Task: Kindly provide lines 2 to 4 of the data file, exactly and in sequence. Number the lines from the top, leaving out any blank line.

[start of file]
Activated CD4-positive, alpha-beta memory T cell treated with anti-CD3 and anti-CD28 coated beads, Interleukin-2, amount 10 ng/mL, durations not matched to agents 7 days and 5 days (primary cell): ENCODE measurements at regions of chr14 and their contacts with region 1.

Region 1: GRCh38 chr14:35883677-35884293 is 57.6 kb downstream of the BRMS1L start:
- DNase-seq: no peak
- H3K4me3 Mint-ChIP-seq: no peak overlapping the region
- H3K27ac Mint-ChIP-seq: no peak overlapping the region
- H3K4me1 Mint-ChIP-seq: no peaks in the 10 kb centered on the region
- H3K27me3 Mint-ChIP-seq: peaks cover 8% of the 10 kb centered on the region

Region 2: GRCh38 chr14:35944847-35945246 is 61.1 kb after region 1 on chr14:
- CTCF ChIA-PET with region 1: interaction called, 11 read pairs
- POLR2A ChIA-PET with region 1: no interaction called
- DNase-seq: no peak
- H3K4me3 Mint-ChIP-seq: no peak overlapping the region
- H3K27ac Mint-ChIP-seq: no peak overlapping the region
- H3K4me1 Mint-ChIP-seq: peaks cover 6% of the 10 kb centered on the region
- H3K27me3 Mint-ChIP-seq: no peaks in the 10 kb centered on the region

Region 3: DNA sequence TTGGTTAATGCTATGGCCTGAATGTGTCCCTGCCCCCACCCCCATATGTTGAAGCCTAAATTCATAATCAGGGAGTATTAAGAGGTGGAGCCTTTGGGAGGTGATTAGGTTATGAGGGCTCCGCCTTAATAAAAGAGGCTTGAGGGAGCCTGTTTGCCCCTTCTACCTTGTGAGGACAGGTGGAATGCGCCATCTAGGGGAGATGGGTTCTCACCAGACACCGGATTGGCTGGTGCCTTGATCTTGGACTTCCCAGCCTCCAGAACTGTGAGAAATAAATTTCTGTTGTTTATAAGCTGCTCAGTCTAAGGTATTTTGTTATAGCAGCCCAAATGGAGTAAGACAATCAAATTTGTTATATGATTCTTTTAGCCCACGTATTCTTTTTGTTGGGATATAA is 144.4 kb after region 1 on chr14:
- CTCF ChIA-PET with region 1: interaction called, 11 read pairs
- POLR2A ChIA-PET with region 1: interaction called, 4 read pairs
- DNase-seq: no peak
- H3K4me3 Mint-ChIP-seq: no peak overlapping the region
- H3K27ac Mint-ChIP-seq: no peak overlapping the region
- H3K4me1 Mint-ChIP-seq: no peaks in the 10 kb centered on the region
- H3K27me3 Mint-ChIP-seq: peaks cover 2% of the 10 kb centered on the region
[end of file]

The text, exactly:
Region 1: GRCh38 chr14:35883677-35884293 is 57.6 kb downstream of the BRMS1L start:
- DNase-seq: no peak
- H3K4me3 Mint-ChIP-seq: no peak overlapping the region